Last weekend, a somewhat unknown icon from the 1960's made a rare Bay Area appearance. The Association, which over the past 49 years has gone through an assortment of transitions, still showed those in the audience that they still can make music in harmony.
Though only two of the original seven members were in the entourage, the nature of the music and the somewhat anonymous arrangements has made the music the true stars of the band as, in truth, it always should be. That is something that the egomaniacal, so-called artists of today could learn a lesson from. How a band can endure over half a century is the result of the fact that no one person was bigger than the whole unit.
The show consisted of the obvious hits that were penned by the band or at least brought to the world through their interpretation. Original members Jim Yester and Jules Alexander told the majority of the stories from on stage which in truth is always the most compelling and interesting feature for concerts by legends. As for songs, they of course played the traditional stable of hits, Windy, Never My Love, Cherish and Along Comes Mary as well as some that really were not so often played by recent incarnations of the band like Alexander's Dubuque Blues and Yester's movie theme Goodbye Columbus.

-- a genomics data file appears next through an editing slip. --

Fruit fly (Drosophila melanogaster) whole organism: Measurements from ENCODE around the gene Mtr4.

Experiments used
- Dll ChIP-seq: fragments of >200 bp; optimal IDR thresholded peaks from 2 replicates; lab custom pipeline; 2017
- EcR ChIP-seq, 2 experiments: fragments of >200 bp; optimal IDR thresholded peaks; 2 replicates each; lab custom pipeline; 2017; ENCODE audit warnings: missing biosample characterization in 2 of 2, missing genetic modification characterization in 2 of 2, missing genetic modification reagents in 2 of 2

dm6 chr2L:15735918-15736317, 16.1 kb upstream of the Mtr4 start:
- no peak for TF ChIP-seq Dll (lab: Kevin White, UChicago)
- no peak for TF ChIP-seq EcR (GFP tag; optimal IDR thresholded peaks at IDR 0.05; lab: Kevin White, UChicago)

Honestly, the sound was wonderful and did harken back to the hey day of the band and the music. The era from which they were spawned was truly unique in that a band like the Association could easily be missed because they were a California band trapped between beach music, the "LA" sound and the psychedelia from San Francisco. However, while others from that time have vanished from the scene, the Association has forever been apart of the music landscape... At least for the past 49 years. And, yes, there will be a 50th anniversary as an effort is underway to reunite the original cast for at least a handful of shows. Those will most assuredly be special.